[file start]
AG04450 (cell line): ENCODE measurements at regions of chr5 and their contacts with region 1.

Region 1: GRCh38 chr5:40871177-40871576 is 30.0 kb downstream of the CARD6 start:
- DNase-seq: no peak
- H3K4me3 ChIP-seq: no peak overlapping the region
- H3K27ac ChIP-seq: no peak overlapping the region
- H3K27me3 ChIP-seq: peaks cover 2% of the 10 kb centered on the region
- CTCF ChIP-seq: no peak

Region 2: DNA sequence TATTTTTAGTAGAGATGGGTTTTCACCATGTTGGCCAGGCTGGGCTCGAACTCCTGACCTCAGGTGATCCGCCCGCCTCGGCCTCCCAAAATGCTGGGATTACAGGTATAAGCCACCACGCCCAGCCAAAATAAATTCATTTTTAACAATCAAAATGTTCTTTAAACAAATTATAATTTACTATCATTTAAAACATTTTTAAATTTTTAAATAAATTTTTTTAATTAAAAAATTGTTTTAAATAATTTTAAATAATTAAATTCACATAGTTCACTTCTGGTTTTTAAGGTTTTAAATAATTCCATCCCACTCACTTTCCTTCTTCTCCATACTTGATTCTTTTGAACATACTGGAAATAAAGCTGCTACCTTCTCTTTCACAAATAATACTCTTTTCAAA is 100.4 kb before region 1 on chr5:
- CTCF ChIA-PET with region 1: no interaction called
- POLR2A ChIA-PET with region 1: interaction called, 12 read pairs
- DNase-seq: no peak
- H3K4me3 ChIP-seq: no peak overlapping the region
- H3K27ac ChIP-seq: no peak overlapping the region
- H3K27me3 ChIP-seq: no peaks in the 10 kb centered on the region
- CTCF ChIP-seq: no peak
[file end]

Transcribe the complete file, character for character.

AG04450 (cell line): ENCODE measurements at regions of chr5 and their contacts with region 1.

Region 1: GRCh38 chr5:40871177-40871576 is 30.0 kb downstream of the CARD6 start:
- DNase-seq: no peak
- H3K4me3 ChIP-seq: no peak overlapping the region
- H3K27ac ChIP-seq: no peak overlapping the region
- H3K27me3 ChIP-seq: peaks cover 2% of the 10 kb centered on the region
- CTCF ChIP-seq: no peak

Region 2: DNA sequence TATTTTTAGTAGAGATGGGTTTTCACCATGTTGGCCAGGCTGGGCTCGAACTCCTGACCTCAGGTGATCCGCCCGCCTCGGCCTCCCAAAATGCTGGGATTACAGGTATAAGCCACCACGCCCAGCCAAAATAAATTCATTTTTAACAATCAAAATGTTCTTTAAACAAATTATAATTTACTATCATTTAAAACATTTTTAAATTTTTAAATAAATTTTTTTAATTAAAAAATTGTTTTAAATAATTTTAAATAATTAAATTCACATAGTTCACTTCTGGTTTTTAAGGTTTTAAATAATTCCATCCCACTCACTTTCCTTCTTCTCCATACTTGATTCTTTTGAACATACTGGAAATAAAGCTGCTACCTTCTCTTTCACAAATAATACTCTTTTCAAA is 100.4 kb before region 1 on chr5:
- CTCF ChIA-PET with region 1: no interaction called
- POLR2A ChIA-PET with region 1: interaction called, 12 read pairs
- DNase-seq: no peak
- H3K4me3 ChIP-seq: no peak overlapping the region
- H3K27ac ChIP-seq: no peak overlapping the region
- H3K27me3 ChIP-seq: no peaks in the 10 kb centered on the region
- CTCF ChIP-seq: no peak